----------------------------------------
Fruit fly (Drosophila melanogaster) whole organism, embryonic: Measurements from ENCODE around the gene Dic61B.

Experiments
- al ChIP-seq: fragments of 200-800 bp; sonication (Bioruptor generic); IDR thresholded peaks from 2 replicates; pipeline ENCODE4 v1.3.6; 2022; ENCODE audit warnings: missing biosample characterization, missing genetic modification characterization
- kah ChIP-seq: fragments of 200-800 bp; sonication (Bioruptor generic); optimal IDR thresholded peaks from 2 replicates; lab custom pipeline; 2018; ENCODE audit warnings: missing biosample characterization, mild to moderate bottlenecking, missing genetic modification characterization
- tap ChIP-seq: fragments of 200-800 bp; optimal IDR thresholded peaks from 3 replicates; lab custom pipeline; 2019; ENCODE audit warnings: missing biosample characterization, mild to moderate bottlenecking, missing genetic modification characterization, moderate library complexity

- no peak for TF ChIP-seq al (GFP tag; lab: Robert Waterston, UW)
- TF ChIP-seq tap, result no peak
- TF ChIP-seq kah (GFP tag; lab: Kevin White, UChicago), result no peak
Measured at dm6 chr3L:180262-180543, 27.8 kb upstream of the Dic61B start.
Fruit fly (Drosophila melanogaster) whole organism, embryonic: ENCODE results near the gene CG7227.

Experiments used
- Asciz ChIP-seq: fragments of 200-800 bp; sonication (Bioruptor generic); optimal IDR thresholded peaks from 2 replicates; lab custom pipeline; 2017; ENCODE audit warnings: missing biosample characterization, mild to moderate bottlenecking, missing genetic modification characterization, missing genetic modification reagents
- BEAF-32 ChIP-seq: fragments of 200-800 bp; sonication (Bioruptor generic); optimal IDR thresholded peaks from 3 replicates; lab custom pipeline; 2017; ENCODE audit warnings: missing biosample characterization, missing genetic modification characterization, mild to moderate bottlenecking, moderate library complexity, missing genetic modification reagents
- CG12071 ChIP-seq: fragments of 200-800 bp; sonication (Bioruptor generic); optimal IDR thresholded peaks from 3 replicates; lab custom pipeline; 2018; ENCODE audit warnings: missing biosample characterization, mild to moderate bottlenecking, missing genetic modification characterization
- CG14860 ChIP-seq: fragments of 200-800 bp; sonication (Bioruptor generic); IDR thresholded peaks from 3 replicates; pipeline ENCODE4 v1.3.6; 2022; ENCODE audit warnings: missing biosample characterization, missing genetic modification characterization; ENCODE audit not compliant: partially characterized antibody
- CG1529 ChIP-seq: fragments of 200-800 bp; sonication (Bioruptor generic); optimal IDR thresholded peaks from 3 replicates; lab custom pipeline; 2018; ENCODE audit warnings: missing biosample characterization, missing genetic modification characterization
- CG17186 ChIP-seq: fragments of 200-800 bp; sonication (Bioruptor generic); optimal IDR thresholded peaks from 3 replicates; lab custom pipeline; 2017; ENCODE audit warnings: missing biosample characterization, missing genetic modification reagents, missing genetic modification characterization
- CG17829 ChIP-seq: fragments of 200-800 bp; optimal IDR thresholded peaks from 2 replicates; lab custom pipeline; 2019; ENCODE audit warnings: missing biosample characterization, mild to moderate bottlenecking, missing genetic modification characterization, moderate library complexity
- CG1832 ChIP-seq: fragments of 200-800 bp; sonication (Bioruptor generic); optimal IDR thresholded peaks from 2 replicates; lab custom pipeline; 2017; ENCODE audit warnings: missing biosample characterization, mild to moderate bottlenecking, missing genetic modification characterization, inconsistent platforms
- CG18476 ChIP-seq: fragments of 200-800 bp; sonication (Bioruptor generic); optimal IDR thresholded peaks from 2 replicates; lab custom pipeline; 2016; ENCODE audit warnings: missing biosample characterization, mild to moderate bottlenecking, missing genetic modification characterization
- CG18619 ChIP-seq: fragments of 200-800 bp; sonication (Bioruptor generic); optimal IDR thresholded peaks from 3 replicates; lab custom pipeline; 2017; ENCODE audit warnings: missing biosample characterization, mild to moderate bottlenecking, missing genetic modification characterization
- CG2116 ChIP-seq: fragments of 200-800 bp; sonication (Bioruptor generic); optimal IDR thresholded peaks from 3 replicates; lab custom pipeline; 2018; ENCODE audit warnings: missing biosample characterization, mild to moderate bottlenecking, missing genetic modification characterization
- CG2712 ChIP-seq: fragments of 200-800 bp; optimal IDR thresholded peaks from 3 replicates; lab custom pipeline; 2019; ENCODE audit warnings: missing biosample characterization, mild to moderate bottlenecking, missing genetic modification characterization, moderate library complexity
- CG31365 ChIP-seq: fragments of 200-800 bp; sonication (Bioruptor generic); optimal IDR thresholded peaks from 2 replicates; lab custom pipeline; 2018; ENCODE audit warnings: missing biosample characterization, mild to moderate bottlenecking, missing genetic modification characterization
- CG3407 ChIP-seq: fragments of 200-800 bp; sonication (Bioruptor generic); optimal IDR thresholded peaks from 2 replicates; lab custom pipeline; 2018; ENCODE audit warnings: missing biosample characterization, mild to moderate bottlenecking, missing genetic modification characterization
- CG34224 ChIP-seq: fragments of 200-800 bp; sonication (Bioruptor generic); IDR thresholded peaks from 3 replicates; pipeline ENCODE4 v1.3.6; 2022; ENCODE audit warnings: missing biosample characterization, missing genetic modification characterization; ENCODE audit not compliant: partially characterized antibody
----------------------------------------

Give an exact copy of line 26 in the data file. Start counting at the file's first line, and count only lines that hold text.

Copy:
- CG34224 ChIP-seq: fragments of 200-800 bp; sonication (Bioruptor generic); IDR thresholded peaks from 3 replicates; pipeline ENCODE4 v1.3.6; 2022; ENCODE audit warnings: missing biosample characterization, missing genetic modification characterization; ENCODE audit not compliant: partially characterized antibody